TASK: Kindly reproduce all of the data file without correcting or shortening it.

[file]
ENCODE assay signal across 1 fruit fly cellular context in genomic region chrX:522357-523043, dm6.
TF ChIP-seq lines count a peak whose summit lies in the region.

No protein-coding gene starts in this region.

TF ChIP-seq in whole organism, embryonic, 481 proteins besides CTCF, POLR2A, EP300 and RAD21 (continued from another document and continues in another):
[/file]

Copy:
ENCODE assay signal across 1 fruit fly cellular context in genomic region chrX:522357-523043, dm6.
TF ChIP-seq lines count a peak whose summit lies in the region.

No protein-coding gene starts in this region.

TF ChIP-seq in whole organism, embryonic, 481 proteins besides CTCF, POLR2A, EP300 and RAD21 (continued from another document and continues in another):